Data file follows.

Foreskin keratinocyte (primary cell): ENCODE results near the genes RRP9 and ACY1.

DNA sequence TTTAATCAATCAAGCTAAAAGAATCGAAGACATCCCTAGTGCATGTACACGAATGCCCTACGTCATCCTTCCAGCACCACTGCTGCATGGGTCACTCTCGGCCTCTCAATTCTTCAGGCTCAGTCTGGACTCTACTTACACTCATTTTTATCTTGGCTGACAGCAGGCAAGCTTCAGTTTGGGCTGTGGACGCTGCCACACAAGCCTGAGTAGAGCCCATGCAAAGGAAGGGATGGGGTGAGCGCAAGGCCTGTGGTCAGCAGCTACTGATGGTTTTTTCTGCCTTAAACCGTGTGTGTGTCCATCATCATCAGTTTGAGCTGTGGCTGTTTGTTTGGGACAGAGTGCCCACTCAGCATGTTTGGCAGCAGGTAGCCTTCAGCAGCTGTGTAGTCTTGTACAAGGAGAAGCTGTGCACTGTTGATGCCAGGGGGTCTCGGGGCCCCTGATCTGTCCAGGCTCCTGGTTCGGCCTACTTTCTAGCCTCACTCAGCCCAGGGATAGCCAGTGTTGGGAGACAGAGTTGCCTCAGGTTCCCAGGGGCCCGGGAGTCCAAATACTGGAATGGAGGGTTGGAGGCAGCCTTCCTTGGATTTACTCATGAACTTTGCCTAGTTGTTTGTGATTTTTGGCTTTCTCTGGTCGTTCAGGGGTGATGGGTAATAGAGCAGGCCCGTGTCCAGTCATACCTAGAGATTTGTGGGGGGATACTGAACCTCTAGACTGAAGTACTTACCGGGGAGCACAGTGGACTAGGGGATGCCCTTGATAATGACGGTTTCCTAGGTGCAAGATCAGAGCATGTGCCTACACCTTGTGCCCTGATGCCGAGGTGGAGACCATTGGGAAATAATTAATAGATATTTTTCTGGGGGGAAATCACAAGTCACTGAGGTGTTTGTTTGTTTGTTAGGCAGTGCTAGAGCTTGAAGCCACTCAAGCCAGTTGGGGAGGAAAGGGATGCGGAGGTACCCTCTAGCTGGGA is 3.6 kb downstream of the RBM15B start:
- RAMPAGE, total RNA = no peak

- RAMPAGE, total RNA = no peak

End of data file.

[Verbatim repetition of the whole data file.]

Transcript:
Foreskin keratinocyte (primary cell): ENCODE results near the genes RRP9 and ACY1.

DNA sequence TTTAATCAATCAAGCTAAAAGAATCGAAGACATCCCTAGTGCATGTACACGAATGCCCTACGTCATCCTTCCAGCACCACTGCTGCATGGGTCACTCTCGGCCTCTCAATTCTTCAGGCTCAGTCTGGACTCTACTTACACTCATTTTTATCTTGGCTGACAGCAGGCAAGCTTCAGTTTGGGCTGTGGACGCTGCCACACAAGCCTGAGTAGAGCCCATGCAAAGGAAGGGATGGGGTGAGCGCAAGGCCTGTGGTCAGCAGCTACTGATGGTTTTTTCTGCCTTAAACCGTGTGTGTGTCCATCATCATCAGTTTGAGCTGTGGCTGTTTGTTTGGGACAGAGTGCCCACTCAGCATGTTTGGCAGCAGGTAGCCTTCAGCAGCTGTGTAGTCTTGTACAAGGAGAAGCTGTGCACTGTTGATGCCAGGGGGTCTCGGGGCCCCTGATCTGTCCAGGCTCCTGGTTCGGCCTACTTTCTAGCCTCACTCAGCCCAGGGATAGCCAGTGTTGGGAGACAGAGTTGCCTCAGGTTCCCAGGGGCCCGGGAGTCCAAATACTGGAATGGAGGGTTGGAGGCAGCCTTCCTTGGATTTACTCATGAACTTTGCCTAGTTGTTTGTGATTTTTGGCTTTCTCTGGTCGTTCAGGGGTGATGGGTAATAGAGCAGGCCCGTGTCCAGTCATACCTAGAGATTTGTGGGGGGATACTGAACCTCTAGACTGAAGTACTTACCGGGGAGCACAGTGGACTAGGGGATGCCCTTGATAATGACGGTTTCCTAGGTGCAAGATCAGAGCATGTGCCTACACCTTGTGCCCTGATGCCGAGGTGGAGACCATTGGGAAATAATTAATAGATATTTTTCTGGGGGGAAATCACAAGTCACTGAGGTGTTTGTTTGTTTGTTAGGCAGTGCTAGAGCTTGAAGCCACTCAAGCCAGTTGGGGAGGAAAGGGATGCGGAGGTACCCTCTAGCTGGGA is 3.6 kb downstream of the RBM15B start:
- RAMPAGE, total RNA = no peak

- RAMPAGE, total RNA = no peak